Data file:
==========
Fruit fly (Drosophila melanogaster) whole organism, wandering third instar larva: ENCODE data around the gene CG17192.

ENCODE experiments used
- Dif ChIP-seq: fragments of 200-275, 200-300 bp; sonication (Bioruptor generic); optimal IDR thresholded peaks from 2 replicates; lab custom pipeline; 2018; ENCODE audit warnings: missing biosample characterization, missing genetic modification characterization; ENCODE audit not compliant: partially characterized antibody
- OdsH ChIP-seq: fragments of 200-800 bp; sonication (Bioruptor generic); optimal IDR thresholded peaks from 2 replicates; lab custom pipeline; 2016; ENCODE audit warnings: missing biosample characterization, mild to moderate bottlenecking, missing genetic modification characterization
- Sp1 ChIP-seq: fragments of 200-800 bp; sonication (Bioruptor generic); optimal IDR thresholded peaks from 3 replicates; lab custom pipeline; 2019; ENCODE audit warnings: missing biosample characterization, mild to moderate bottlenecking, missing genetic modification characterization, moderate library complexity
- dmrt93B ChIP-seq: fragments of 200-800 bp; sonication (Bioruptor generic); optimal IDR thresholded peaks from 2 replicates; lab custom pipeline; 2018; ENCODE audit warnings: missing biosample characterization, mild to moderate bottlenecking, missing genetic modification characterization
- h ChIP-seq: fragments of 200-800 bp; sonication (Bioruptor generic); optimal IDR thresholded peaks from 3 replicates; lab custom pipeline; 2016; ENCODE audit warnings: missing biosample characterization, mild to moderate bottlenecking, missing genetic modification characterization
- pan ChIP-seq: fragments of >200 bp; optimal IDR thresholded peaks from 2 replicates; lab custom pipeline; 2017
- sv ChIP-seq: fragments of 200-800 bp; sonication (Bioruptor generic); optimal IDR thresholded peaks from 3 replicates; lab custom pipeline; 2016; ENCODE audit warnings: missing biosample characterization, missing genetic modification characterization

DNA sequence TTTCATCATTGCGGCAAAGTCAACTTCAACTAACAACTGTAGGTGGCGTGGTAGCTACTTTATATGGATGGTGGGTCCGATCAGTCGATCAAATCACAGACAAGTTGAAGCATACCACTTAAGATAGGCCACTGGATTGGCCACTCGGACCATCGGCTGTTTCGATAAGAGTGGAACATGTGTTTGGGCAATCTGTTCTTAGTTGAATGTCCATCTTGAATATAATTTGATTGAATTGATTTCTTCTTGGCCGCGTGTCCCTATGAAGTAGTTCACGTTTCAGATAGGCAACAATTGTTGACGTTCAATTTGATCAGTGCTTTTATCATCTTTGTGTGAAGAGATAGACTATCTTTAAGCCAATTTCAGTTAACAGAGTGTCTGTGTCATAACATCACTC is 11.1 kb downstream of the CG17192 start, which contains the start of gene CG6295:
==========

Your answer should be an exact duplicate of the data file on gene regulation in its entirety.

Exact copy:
Fruit fly (Drosophila melanogaster) whole organism, wandering third instar larva: ENCODE data around the gene CG17192.

ENCODE experiments used
- Dif ChIP-seq: fragments of 200-275, 200-300 bp; sonication (Bioruptor generic); optimal IDR thresholded peaks from 2 replicates; lab custom pipeline; 2018; ENCODE audit warnings: missing biosample characterization, missing genetic modification characterization; ENCODE audit not compliant: partially characterized antibody
- OdsH ChIP-seq: fragments of 200-800 bp; sonication (Bioruptor generic); optimal IDR thresholded peaks from 2 replicates; lab custom pipeline; 2016; ENCODE audit warnings: missing biosample characterization, mild to moderate bottlenecking, missing genetic modification characterization
- Sp1 ChIP-seq: fragments of 200-800 bp; sonication (Bioruptor generic); optimal IDR thresholded peaks from 3 replicates; lab custom pipeline; 2019; ENCODE audit warnings: missing biosample characterization, mild to moderate bottlenecking, missing genetic modification characterization, moderate library complexity
- dmrt93B ChIP-seq: fragments of 200-800 bp; sonication (Bioruptor generic); optimal IDR thresholded peaks from 2 replicates; lab custom pipeline; 2018; ENCODE audit warnings: missing biosample characterization, mild to moderate bottlenecking, missing genetic modification characterization
- h ChIP-seq: fragments of 200-800 bp; sonication (Bioruptor generic); optimal IDR thresholded peaks from 3 replicates; lab custom pipeline; 2016; ENCODE audit warnings: missing biosample characterization, mild to moderate bottlenecking, missing genetic modification characterization
- pan ChIP-seq: fragments of >200 bp; optimal IDR thresholded peaks from 2 replicates; lab custom pipeline; 2017
- sv ChIP-seq: fragments of 200-800 bp; sonication (Bioruptor generic); optimal IDR thresholded peaks from 3 replicates; lab custom pipeline; 2016; ENCODE audit warnings: missing biosample characterization, missing genetic modification characterization

DNA sequence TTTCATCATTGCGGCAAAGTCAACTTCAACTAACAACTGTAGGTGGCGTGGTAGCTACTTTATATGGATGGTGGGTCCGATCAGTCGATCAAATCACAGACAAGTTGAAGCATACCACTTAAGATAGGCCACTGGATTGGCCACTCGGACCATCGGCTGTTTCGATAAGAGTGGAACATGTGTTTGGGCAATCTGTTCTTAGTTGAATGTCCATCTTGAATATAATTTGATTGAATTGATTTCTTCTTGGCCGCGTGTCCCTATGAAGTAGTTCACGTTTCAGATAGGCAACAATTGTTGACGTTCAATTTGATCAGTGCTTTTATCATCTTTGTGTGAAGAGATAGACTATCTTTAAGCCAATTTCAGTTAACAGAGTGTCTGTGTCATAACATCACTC is 11.1 kb downstream of the CG17192 start, which contains the start of gene CG6295: